The Air Freight & Logistic industry’s reliance on independent contractors, mainly for courier driving, has come under increasing regulatory scrutiny. Independent contractors may not be not covered under the same laws that protect employees, and companies may face regulatory sanctions for misclassifying employees as independent contractors. Companies may also face legal actions from employee and contractor claims regarding wage payments, benefits, and working conditions. This may also negatively affect their reputation and ability to hire and retain employees, reducing operational efficiency and increasing turnover costs.
Employee Health & Safety
Employee Health & Safety
Employees in the Air Freight & Logistics industry may be exposed to dangerous working conditions, including accidents resulting from mechanical failure or human error. Additionally, moving packages manually is a physical process that requires special training in order to minimize injury. While the fatal occupational injury rate for trucking workers is higher than average, worker safety issues in aviation are highly regulated, which raises the risk of fines or penalties when an incident occurs. Health and safety incidents may result in work stoppages and a range of costs, from medical expenses to workers compensation. Such incidents can also reduce productivity, and thus revenues, if employees believe their safety and well-being are not being prioritized. Finally, companies with poor safety records may also face increased insurance premiums and higher costs of capital, as well as reputational damage that could reduce revenue and market share. A company can mitigate these impacts by providing adequate protection and training for employees, ensuring mechanical equipment is safely functioning, and establishing a culture of safety within the workplace.
Supply Chain Management
Supply Chain Management
Many companies in the Air Freight & Logistics industry contract with large, complex networks of asset-based third-party providers to provide freight transportation services to their customers. Contracting is especially common among companies providing freight forwarding, logistics, brokerage, and intermodal services. These contractors range across all modes of transport such as motor carriers, railroads, air freight, and ocean carriers. Companies need to manage the relationships with their contractors in order to ensure that contractor actions that lead to environmental or social impacts do not result in material adverse effects on their own operations, such as decreased brand value. At the same time, companies that are able to offer low-carbon logistics solutions may capture market share from customers seeking to reduce the carbon footprint of their shipments.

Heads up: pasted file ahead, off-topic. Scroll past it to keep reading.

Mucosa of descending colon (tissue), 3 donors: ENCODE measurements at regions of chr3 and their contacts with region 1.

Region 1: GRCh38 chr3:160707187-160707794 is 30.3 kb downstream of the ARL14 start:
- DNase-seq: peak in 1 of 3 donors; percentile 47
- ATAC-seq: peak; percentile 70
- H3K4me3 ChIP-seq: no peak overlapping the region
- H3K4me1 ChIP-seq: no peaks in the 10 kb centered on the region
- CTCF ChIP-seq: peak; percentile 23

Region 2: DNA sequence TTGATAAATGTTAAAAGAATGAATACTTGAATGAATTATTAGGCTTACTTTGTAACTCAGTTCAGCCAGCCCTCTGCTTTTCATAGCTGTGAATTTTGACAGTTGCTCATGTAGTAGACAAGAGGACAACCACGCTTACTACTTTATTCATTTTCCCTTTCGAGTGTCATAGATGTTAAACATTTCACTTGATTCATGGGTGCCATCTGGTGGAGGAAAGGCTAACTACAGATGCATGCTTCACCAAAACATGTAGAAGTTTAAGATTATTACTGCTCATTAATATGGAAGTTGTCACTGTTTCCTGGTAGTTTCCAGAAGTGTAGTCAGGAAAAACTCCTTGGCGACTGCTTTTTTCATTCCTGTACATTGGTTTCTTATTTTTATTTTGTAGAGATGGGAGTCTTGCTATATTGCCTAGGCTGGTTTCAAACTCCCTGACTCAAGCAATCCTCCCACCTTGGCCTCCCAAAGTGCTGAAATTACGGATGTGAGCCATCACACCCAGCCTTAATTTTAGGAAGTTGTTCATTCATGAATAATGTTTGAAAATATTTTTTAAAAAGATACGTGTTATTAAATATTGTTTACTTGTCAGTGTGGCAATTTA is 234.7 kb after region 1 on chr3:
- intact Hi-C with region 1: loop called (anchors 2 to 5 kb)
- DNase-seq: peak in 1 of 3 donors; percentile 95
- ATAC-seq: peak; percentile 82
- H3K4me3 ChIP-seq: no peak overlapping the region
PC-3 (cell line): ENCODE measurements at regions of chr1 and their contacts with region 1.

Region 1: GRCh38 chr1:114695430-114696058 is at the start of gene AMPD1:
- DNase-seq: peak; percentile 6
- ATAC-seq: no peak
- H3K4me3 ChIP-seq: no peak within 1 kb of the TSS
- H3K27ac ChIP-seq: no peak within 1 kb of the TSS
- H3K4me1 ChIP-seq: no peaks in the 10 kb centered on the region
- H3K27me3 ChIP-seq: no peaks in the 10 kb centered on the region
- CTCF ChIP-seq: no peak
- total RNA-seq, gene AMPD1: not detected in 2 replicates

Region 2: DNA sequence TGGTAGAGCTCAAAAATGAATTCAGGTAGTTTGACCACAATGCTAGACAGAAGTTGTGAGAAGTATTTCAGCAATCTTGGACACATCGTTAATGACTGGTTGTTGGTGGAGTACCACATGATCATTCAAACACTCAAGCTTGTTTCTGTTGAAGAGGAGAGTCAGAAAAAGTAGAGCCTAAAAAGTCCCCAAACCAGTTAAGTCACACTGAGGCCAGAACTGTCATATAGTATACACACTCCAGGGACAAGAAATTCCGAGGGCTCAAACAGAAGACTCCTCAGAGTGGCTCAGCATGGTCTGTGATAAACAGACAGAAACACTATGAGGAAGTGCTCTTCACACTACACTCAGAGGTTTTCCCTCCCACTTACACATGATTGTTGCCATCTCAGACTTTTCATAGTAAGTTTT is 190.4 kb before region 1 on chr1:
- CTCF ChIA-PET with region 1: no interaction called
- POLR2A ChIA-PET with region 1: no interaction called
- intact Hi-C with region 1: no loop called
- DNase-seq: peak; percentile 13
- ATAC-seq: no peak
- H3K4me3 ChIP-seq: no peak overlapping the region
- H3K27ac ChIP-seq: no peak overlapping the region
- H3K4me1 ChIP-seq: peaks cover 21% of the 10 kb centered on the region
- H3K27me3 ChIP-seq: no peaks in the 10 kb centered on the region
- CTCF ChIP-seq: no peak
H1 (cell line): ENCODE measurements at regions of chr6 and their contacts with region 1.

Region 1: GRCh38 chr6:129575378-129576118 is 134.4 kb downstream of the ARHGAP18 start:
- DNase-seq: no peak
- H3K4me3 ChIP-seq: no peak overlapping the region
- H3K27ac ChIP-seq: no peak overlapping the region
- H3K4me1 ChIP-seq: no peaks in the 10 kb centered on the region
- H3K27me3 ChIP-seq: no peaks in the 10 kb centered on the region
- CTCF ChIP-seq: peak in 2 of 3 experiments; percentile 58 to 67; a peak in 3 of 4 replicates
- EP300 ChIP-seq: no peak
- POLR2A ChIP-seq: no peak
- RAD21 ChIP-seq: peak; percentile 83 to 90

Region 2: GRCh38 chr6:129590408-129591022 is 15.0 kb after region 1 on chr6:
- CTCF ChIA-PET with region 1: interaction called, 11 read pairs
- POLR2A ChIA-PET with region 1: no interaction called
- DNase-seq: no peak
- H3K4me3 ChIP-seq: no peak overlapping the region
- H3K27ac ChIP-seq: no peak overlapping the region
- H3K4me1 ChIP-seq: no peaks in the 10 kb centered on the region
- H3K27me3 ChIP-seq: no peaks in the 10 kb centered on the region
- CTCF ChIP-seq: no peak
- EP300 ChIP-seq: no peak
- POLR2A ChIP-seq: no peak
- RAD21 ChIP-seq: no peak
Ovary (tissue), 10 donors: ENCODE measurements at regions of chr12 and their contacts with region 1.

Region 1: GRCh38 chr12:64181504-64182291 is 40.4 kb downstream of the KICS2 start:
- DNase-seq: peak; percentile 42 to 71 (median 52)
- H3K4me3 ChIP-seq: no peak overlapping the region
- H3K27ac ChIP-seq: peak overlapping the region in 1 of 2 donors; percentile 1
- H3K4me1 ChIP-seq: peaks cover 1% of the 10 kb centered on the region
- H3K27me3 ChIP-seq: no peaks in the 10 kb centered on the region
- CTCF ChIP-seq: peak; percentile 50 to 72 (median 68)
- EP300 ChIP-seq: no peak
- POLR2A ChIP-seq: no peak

Critical Incident Risk Management
Accident & Safety Management
All modes of transportation pose safety risks. In some cases, mechanical failure or human error may lead to accidents with significant environmental or social consequences, including regulatory action and lawsuits from impacted communities or customers. While the stringency of regulatory requirements may vary by the region of operation, companies that maintain the highest safety standards throughout their global operations can minimize the risks of safety incidents that affect their reputation and profitability.